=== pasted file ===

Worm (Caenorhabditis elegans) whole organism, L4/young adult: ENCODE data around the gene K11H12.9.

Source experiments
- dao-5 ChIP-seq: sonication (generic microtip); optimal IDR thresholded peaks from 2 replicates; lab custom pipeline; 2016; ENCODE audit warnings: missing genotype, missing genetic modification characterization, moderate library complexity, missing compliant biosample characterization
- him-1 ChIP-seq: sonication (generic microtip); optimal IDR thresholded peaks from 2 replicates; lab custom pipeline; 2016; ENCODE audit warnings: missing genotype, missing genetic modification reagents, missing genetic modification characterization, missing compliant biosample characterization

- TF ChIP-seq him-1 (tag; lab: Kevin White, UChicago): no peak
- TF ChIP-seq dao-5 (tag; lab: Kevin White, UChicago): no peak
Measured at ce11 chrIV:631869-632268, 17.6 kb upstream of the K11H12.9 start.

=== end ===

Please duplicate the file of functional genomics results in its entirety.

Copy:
Worm (Caenorhabditis elegans) whole organism, L4/young adult: ENCODE data around the gene K11H12.9.

Source experiments
- dao-5 ChIP-seq: sonication (generic microtip); optimal IDR thresholded peaks from 2 replicates; lab custom pipeline; 2016; ENCODE audit warnings: missing genotype, missing genetic modification characterization, moderate library complexity, missing compliant biosample characterization
- him-1 ChIP-seq: sonication (generic microtip); optimal IDR thresholded peaks from 2 replicates; lab custom pipeline; 2016; ENCODE audit warnings: missing genotype, missing genetic modification reagents, missing genetic modification characterization, missing compliant biosample characterization

- TF ChIP-seq him-1 (tag; lab: Kevin White, UChicago): no peak
- TF ChIP-seq dao-5 (tag; lab: Kevin White, UChicago): no peak
Measured at ce11 chrIV:631869-632268, 17.6 kb upstream of the K11H12.9 start.